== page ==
Friday, 9 December 2016

horse feathers

Palæontologists in Myanmar (Burma) have recently discovered the first definitive evidence of dinosaur plumage in the segment of a downy tail preserved in ancient amber.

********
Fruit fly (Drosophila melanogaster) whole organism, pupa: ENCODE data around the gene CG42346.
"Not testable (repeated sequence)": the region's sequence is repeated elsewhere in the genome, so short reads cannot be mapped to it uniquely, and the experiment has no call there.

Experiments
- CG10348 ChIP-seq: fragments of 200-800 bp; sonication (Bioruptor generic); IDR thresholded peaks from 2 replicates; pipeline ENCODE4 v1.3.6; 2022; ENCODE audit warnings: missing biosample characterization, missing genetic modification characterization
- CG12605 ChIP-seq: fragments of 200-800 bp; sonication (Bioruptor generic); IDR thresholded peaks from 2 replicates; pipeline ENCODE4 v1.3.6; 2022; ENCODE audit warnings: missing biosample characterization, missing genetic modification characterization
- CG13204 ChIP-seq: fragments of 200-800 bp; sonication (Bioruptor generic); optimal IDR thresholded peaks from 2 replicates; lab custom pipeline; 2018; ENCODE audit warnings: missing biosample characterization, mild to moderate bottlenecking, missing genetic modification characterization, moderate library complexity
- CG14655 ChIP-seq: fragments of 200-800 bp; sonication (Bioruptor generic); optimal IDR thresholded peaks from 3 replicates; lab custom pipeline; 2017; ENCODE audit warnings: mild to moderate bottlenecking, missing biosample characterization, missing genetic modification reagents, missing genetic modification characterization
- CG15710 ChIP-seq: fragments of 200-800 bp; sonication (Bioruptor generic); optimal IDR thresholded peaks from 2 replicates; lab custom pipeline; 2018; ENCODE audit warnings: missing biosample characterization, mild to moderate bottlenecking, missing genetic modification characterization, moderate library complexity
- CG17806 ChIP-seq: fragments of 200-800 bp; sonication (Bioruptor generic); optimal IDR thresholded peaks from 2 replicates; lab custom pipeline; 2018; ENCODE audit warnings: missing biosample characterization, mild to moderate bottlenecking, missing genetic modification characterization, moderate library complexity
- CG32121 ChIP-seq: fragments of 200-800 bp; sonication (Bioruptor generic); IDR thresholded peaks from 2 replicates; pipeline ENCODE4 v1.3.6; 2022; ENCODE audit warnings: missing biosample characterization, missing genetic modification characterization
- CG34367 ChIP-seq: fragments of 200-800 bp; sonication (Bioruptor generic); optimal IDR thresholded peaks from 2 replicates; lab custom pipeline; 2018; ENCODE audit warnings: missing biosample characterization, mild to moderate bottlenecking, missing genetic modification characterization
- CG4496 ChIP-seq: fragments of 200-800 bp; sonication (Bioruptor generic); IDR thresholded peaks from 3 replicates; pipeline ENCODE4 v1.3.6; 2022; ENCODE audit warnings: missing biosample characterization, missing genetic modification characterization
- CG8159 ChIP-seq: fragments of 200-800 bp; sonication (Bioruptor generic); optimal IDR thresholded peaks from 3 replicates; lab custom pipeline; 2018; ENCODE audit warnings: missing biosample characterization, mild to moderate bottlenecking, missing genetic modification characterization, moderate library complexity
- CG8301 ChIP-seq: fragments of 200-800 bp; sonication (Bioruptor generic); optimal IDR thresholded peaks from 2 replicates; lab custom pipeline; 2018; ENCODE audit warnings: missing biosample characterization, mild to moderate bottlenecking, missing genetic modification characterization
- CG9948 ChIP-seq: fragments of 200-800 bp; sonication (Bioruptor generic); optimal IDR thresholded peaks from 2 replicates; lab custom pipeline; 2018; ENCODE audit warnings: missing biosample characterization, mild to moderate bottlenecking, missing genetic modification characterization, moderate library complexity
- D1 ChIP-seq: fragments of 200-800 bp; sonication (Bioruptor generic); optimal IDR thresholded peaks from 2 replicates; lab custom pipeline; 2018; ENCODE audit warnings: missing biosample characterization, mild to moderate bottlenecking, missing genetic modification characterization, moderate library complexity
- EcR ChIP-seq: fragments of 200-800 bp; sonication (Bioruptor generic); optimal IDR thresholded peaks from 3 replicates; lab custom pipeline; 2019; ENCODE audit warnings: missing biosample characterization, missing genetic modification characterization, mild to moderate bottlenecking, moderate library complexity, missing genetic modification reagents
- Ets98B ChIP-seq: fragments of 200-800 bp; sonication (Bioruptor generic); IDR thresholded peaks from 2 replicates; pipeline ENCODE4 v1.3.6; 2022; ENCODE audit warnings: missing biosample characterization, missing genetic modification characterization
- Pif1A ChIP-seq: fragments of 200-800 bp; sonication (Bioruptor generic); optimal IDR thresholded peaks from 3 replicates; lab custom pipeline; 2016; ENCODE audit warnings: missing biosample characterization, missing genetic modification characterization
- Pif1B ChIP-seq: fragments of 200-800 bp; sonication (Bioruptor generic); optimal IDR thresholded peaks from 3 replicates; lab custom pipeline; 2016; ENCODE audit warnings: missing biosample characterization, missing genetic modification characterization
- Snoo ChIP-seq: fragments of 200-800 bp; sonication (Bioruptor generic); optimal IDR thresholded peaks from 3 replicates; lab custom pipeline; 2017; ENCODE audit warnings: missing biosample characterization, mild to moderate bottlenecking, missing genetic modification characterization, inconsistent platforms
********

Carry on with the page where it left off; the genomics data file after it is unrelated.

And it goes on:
The juvenile coelurosaur (meaning “hollow-tailed” lizard funnily) that the hundred-million-year old length of tail belonged to is in the same family as Tyrannosaurus rex, another member of late-stage dinosauria when birds were already becoming prevalent, and researchers now realise that many preserved specimens of dinosaur feathers have been discovered previously but without this contextual finding, there was little in the way of hard evidence and one had to rely on extrapolation and artists’ conceptions. Perhaps the image that we hold in our minds’ eye of dinosaurs has not been wholly updated yet but it’s still a difficult revelation to reconcile.  Our feathered friends that are still with us of course are dinosaurs and the analogies are not quite the same but what if we only knew tadpoles and frogs, or caterpillars and butterflies, from fossil evidence?  Would we have ever concluded that they were one and the same creature?